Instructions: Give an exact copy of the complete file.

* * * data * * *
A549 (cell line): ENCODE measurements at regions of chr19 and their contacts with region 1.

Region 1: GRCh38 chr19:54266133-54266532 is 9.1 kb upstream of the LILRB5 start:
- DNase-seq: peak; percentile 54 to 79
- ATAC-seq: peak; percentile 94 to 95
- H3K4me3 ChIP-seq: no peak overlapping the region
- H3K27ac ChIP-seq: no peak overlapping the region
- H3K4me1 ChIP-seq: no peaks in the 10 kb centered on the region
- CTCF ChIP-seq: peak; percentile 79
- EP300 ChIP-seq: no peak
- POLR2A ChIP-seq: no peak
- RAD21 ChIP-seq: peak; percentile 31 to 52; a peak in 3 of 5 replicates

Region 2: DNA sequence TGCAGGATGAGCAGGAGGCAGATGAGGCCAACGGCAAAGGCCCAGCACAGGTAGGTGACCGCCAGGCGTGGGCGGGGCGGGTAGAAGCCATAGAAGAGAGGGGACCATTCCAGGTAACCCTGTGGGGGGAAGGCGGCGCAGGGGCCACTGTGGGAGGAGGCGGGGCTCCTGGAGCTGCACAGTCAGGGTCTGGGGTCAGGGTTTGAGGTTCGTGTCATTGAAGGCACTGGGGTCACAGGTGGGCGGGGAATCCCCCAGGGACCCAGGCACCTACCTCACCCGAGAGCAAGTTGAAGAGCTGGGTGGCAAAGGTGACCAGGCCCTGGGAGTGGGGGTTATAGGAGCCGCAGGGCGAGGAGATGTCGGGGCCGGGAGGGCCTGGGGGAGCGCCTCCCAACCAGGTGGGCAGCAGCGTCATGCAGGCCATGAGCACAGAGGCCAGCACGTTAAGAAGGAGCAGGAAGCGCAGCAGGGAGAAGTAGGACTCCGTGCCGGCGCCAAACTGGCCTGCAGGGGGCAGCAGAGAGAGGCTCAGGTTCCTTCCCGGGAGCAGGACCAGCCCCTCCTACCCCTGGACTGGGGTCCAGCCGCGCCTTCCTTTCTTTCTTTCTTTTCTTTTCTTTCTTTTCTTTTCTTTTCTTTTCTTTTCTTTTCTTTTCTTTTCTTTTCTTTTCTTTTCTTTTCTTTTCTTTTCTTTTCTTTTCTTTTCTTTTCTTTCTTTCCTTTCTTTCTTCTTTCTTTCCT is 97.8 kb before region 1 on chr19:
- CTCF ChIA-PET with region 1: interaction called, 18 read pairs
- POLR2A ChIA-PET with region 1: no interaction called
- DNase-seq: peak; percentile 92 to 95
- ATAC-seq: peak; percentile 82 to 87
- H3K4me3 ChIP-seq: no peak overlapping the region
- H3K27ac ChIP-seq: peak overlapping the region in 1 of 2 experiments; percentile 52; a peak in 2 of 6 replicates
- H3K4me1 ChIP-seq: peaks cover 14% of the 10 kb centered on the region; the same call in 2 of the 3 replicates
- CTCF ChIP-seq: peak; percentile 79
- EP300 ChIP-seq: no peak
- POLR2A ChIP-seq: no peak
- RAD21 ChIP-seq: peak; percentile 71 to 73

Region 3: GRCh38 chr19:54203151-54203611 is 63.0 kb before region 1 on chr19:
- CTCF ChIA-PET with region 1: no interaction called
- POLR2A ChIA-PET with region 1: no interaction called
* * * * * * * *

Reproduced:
A549 (cell line): ENCODE measurements at regions of chr19 and their contacts with region 1.

Region 1: GRCh38 chr19:54266133-54266532 is 9.1 kb upstream of the LILRB5 start:
- DNase-seq: peak; percentile 54 to 79
- ATAC-seq: peak; percentile 94 to 95
- H3K4me3 ChIP-seq: no peak overlapping the region
- H3K27ac ChIP-seq: no peak overlapping the region
- H3K4me1 ChIP-seq: no peaks in the 10 kb centered on the region
- CTCF ChIP-seq: peak; percentile 79
- EP300 ChIP-seq: no peak
- POLR2A ChIP-seq: no peak
- RAD21 ChIP-seq: peak; percentile 31 to 52; a peak in 3 of 5 replicates

Region 2: DNA sequence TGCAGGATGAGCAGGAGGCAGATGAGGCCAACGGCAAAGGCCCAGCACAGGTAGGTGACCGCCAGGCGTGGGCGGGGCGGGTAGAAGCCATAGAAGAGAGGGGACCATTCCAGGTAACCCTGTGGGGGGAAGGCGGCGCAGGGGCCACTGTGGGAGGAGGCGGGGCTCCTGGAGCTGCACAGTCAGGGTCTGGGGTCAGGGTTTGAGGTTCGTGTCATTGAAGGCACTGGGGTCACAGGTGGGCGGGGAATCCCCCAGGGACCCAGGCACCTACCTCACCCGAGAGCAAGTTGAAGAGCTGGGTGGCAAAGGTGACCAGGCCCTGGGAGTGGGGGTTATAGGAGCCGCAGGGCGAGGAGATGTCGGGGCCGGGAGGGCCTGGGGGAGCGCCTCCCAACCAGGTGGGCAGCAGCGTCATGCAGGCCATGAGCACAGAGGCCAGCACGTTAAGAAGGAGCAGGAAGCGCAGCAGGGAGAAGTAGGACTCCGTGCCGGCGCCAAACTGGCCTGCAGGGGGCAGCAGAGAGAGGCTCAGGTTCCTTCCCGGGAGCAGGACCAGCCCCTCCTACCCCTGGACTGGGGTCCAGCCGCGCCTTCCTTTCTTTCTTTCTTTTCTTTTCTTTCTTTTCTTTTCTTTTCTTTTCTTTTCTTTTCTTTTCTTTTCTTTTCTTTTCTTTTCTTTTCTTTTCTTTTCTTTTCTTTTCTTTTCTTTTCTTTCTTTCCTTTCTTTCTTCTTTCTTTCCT is 97.8 kb before region 1 on chr19:
- CTCF ChIA-PET with region 1: interaction called, 18 read pairs
- POLR2A ChIA-PET with region 1: no interaction called
- DNase-seq: peak; percentile 92 to 95
- ATAC-seq: peak; percentile 82 to 87
- H3K4me3 ChIP-seq: no peak overlapping the region
- H3K27ac ChIP-seq: peak overlapping the region in 1 of 2 experiments; percentile 52; a peak in 2 of 6 replicates
- H3K4me1 ChIP-seq: peaks cover 14% of the 10 kb centered on the region; the same call in 2 of the 3 replicates
- CTCF ChIP-seq: peak; percentile 79
- EP300 ChIP-seq: no peak
- POLR2A ChIP-seq: no peak
- RAD21 ChIP-seq: peak; percentile 71 to 73

Region 3: GRCh38 chr19:54203151-54203611 is 63.0 kb before region 1 on chr19:
- CTCF ChIA-PET with region 1: no interaction called
- POLR2A ChIA-PET with region 1: no interaction called